A nurse has been jailed for three years at the Old Bailey for force-feeding her baby daughter until she died – in Britain’s first case of it kind.
Gloria Dwomoh, 31, was convicted last month of causing or allowing the death of 10-month-old Diamond.
She was said to be obsessed with the child’s weight and poured liquidised food into the infant’s mouth when she was weaning her.
Diamond died in March last year, after being taken to a hospital near her home in Waltham Forest, east London.
A post-mortem found she died from pneumonia caused by food, including meat and cereals, in her lungs.
Dwomoh’s defence lawyer presented the court with a 1,000-signature petition from family and friends pleading for mercy, and asked the judge to impose a suspended sentence.
But the Common Serjeant of London Judge Brian Barker described the actions of Dwomoh – who is originally from Ghana – as a “misguided obsession”.
“The forcing of food into your daughter against her natural instincts would have caused her daily distress,” he said.
“At best it was a misguided obsession – but a determined obsession – which must have caused daily prolonged distress to your daughter.
“It cannot be described as an act of kindness. It took away her life and that is something you must live with.”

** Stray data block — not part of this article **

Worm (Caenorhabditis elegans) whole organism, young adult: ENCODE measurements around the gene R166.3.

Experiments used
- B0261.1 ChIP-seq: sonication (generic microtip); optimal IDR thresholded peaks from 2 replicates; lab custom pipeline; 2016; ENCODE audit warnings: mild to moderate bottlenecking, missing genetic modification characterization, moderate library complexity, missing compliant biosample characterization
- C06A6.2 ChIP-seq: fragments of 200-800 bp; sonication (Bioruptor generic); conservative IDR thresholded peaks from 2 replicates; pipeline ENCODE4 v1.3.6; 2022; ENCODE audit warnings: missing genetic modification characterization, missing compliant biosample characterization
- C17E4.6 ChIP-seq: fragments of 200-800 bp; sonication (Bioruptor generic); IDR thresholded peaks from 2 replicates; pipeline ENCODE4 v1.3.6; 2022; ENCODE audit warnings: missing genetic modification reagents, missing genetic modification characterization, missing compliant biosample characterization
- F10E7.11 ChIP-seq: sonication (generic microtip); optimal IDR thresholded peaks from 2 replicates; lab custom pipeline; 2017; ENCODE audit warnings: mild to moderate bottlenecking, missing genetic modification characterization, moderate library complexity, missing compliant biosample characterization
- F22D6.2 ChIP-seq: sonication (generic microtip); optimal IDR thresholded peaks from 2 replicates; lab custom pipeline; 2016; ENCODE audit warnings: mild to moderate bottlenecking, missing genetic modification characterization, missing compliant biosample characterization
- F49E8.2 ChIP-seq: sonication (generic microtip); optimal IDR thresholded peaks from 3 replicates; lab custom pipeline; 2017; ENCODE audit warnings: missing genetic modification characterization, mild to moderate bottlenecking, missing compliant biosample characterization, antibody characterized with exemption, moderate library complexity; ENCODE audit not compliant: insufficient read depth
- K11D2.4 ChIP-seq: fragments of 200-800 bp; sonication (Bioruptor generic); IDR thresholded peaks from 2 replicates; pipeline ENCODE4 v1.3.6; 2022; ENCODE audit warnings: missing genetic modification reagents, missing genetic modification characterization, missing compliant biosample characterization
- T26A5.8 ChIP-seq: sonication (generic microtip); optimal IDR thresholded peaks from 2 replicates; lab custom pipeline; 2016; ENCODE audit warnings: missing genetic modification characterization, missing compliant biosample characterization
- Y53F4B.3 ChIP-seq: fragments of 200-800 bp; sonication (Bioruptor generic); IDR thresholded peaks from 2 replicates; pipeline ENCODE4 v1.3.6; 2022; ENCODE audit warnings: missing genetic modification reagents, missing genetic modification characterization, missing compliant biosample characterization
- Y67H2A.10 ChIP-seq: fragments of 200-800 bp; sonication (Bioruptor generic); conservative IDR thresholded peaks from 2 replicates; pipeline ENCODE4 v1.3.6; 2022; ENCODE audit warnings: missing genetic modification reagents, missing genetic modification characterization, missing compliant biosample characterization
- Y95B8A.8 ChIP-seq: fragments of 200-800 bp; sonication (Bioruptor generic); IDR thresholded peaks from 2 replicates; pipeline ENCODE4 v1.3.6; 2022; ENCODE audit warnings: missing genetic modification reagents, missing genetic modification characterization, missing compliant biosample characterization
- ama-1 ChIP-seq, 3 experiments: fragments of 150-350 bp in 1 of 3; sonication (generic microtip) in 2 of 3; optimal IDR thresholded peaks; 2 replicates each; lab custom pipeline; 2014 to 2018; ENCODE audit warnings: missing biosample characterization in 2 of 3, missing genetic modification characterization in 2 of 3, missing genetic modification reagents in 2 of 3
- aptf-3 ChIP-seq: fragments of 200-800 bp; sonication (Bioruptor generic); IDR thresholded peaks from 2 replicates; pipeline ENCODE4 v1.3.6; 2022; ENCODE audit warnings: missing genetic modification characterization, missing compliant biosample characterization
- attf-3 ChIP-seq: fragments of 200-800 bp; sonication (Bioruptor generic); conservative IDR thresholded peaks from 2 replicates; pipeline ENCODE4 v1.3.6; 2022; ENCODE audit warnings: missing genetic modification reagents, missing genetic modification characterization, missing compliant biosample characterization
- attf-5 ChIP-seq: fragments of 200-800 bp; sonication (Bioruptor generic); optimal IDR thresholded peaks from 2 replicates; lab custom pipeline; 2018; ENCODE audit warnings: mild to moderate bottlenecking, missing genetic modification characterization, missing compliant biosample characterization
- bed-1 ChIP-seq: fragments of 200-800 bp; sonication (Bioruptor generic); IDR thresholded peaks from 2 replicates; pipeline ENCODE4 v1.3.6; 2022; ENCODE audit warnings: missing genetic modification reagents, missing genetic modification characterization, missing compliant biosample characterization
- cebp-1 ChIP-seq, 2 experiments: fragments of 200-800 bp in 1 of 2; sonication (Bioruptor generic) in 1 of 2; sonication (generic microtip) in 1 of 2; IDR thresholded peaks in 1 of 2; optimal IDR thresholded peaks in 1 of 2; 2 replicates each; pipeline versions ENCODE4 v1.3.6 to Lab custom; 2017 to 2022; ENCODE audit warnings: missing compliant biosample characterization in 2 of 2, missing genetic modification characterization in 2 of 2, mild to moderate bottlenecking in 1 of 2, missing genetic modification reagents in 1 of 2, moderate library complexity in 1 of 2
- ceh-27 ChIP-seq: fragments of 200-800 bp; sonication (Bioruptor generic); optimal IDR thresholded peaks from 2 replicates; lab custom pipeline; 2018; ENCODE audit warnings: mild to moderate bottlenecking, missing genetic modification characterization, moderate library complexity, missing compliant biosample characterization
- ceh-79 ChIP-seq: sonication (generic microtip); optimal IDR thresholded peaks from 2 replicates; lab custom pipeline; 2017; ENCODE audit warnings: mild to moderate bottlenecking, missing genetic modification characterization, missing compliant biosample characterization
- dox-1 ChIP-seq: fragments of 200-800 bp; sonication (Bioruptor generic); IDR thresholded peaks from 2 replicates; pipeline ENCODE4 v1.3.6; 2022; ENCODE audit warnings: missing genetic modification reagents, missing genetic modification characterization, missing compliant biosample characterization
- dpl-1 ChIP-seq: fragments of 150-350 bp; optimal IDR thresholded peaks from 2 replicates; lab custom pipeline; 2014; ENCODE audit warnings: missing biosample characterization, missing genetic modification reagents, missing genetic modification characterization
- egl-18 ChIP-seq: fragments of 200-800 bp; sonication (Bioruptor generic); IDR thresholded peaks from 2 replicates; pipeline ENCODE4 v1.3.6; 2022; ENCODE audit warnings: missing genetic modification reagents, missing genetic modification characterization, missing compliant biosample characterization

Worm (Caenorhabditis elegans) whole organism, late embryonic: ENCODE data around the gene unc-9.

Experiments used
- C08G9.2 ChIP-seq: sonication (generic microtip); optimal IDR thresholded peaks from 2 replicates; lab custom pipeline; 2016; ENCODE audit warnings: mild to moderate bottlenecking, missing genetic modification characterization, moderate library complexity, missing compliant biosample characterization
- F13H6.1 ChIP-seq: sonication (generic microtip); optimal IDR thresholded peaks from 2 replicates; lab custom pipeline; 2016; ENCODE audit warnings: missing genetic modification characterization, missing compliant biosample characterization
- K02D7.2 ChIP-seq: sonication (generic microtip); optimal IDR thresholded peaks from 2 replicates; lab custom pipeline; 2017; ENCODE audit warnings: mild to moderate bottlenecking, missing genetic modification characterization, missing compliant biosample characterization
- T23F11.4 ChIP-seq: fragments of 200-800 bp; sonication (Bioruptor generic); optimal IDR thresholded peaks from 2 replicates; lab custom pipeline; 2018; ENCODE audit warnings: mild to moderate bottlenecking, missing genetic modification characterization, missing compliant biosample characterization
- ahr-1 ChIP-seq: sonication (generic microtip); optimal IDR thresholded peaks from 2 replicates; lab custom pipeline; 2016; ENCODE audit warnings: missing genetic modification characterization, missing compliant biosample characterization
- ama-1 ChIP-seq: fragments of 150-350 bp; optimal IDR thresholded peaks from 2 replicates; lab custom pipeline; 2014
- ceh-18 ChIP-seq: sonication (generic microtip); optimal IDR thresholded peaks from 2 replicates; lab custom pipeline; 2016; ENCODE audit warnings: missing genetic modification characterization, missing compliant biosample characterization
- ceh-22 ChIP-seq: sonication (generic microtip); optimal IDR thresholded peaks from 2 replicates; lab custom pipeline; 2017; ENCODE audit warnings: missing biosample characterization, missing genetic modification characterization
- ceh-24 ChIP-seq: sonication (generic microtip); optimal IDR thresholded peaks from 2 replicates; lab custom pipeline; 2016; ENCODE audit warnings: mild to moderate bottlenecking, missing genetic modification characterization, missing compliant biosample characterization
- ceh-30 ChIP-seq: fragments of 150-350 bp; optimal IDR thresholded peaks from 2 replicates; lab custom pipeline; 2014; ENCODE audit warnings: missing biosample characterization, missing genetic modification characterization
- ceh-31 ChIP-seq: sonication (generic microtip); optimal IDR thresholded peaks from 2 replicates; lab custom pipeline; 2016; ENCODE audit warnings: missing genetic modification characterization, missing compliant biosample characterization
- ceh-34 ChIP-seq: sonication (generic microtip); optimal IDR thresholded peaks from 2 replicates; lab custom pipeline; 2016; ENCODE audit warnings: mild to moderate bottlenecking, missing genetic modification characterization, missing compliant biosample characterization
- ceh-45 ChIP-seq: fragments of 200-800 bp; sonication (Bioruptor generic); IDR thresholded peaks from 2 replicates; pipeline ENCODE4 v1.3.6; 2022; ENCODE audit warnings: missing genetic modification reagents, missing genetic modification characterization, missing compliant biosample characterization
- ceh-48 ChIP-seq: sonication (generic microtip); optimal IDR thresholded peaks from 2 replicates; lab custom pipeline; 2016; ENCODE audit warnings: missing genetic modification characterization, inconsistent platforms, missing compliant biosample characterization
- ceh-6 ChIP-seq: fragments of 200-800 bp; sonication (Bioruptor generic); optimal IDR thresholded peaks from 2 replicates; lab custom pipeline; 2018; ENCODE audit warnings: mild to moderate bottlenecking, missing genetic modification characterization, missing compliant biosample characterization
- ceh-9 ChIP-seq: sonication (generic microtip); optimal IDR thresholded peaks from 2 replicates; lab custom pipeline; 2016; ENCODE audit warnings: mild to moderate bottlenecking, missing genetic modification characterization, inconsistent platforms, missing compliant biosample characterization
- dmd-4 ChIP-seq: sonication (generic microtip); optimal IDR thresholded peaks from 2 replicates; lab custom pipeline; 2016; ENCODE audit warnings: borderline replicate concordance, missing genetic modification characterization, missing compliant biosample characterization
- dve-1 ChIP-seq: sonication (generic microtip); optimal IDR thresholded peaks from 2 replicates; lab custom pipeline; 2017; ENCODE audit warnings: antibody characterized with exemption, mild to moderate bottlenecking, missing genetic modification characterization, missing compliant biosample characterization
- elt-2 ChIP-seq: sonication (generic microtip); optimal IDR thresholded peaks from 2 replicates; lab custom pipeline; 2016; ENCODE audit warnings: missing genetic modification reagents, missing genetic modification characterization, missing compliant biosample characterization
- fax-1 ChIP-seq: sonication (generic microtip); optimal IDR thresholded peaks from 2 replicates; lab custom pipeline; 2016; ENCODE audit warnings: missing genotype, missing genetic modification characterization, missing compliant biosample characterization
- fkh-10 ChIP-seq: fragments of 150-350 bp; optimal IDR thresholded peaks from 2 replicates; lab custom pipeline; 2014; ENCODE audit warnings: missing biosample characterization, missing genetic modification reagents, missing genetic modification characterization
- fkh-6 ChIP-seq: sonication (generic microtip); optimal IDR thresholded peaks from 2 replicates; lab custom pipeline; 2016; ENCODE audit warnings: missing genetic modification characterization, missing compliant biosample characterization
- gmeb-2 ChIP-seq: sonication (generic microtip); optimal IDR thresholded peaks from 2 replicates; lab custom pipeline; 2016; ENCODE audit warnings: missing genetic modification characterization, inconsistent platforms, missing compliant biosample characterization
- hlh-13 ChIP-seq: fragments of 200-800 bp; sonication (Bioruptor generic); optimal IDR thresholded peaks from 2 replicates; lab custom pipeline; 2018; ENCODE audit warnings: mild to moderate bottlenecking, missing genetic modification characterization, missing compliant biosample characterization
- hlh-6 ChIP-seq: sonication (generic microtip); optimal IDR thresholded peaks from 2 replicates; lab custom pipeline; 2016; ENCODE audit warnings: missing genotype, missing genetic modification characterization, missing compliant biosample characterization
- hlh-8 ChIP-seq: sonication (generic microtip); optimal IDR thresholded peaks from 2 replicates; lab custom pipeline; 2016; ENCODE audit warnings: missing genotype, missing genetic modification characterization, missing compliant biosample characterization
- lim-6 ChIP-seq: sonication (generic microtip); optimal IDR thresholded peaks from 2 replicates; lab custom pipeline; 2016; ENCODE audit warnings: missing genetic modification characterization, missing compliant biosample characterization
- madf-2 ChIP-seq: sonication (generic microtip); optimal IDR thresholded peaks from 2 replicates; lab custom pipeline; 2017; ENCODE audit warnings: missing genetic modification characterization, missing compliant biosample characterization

He said the practice of feeding by pouring food from a cup or jug into a child’s throat was culturally acceptable in some parts of the world.
“In this country the feeding of a child in this way, against its will, is wrong and dangerous,” he added.
Prosecutors told the Old Bailey the baby had been forced to feed from a jug after the spout was put in her mouth.
Dwomoh wept in court as she denied doing anything to harm her child. She said she and her siblings had been fed in the same way by their mother in Ghana.
But Andrew Edis QC, for the prosecution, said: “The spout was placed into the mouth of the child to prevent her closing it when she did not want any more, to prevent her having any choice.
“The mother… is a nurse and that involves a degree of extra insight.”
A serious case review is taking place into the baby’s death which followed previous social services and health care concerns about the feeding method being used by the mother.
A 37-year-old man, who cannot be identified for legal reasons, was found not guilty of the same charge.